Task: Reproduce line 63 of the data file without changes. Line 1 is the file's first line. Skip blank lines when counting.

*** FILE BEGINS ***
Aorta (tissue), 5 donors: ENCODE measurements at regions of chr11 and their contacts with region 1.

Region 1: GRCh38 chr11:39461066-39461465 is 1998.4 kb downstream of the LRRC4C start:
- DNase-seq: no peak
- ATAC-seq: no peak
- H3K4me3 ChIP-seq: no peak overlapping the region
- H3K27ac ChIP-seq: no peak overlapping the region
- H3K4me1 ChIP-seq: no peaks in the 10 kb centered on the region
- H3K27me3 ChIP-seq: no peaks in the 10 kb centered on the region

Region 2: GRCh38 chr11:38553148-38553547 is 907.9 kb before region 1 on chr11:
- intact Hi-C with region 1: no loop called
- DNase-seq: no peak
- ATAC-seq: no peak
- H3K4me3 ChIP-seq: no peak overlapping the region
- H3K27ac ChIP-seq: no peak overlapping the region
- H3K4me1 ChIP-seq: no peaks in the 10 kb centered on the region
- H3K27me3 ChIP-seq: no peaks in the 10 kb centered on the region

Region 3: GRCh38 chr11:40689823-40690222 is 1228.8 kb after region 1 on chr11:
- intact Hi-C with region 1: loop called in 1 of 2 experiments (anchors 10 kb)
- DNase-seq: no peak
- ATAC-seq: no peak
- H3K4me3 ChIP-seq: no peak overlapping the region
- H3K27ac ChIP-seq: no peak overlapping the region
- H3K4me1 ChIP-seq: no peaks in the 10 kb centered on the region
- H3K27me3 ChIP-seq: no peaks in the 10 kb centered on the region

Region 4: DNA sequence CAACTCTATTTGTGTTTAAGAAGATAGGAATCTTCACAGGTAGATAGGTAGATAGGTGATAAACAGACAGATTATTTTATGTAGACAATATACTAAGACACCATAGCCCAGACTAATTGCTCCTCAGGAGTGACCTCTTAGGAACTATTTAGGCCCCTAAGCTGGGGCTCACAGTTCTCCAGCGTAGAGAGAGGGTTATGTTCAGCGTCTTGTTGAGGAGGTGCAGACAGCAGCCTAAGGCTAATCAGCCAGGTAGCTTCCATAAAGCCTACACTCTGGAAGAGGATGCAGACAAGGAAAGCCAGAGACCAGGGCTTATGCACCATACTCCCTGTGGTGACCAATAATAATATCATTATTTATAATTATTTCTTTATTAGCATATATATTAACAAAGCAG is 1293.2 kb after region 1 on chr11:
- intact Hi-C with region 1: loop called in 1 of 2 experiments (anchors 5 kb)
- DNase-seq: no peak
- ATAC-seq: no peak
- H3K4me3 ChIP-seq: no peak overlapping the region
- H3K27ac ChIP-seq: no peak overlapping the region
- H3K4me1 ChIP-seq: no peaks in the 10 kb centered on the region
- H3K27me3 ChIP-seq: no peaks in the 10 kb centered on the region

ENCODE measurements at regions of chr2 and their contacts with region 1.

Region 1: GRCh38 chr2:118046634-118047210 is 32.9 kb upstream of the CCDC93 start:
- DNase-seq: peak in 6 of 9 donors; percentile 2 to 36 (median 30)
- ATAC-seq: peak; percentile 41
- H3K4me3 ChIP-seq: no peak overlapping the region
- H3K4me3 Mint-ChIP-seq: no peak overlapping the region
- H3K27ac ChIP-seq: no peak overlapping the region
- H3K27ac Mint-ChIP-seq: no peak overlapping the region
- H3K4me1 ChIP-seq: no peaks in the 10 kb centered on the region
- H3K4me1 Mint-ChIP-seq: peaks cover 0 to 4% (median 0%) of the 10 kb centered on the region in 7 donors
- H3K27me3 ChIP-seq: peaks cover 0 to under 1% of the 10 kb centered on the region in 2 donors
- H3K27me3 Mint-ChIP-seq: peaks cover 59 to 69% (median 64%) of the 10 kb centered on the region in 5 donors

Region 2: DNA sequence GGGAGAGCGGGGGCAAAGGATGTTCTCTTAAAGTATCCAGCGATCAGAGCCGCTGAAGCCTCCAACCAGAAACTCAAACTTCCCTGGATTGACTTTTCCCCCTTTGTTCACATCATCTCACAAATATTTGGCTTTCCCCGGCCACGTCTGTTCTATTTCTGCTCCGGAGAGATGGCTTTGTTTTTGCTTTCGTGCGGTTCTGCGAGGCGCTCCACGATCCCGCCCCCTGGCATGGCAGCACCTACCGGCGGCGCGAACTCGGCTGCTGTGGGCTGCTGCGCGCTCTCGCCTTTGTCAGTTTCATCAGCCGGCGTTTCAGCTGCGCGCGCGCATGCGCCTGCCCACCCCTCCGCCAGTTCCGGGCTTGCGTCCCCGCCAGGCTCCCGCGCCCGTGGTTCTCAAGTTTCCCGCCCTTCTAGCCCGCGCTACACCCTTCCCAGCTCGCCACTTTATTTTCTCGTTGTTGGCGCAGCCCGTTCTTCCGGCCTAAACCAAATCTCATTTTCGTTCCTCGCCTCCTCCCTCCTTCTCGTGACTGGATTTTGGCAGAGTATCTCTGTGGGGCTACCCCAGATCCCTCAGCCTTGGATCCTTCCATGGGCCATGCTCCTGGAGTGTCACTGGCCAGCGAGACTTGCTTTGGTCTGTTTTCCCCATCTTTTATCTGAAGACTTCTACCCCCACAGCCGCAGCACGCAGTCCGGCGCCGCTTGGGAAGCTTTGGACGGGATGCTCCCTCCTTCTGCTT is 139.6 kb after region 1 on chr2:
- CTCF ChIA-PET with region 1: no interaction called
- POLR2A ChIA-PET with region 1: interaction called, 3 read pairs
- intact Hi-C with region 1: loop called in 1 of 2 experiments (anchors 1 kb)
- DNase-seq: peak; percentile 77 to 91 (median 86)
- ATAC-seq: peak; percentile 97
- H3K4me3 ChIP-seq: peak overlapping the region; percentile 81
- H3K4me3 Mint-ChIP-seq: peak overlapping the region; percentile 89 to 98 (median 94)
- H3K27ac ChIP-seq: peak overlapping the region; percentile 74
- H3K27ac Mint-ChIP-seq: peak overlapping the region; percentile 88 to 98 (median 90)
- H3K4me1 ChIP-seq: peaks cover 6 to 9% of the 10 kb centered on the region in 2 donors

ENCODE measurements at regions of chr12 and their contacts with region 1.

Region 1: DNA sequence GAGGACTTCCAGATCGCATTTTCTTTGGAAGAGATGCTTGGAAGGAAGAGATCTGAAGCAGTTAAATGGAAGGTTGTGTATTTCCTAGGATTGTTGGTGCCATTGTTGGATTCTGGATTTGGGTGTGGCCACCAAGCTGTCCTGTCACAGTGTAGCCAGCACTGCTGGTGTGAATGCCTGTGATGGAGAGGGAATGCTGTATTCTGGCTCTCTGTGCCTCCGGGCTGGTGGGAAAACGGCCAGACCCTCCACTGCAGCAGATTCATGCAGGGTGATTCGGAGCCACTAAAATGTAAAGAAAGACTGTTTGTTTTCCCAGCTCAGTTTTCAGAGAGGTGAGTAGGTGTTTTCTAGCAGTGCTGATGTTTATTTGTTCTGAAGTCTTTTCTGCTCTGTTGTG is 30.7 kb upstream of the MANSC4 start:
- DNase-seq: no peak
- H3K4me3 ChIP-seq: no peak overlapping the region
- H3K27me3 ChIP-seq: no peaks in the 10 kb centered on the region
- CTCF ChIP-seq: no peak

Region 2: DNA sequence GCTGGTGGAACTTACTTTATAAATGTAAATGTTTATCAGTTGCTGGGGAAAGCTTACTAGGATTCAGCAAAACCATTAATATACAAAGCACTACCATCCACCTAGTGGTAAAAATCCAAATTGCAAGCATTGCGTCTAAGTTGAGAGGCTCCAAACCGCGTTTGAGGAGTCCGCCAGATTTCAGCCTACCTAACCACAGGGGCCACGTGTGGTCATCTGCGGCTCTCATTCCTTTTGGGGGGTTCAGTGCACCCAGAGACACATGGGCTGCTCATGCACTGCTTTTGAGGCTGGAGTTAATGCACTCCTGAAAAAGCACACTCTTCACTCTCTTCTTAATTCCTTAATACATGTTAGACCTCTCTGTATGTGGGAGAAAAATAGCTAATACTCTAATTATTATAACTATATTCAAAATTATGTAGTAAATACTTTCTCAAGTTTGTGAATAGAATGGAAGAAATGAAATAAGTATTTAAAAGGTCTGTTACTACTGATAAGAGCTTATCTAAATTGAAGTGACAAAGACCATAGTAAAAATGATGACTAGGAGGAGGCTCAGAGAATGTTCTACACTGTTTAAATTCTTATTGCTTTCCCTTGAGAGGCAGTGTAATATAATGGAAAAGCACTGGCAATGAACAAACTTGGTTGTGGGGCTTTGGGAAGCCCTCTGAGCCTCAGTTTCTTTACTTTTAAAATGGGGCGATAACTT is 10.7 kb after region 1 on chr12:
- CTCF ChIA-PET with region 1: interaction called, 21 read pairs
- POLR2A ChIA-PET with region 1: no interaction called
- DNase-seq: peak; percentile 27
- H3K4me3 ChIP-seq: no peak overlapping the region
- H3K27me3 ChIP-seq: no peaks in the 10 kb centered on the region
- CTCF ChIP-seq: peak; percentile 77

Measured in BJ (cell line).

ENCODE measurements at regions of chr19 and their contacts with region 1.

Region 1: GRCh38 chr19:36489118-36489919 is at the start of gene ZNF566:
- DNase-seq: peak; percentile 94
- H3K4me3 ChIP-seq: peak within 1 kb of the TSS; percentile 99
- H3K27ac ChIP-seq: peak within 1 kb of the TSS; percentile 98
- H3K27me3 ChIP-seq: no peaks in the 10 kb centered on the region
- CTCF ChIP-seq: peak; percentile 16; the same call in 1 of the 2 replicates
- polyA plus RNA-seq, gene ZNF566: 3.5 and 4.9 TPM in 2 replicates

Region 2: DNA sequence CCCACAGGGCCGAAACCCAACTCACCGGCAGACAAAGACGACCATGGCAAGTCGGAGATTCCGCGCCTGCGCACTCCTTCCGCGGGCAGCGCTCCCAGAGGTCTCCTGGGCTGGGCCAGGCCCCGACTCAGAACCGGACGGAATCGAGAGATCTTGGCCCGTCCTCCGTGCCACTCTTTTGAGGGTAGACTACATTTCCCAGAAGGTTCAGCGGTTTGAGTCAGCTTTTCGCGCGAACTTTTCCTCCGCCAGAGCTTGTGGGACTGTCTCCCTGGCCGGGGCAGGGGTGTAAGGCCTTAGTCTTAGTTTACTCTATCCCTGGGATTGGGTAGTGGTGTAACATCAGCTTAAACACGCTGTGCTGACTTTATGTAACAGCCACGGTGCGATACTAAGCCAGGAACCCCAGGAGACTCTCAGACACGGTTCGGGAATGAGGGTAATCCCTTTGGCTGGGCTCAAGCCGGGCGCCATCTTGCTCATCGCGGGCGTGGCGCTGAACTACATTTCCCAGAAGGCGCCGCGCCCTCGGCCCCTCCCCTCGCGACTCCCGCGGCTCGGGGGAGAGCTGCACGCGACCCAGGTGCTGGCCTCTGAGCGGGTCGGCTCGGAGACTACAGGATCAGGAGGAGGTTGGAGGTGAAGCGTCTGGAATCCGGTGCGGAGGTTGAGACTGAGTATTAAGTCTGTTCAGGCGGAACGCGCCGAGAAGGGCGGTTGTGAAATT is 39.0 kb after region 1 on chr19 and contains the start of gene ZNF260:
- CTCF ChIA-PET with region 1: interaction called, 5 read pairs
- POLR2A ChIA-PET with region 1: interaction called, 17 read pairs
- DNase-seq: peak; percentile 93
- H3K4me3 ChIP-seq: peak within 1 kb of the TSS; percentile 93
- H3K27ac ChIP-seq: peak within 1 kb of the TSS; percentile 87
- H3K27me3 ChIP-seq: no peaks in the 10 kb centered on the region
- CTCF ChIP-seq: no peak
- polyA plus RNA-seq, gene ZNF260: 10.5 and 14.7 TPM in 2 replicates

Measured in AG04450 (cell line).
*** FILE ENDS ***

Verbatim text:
- CTCF ChIA-PET with region 1: interaction called, 21 read pairs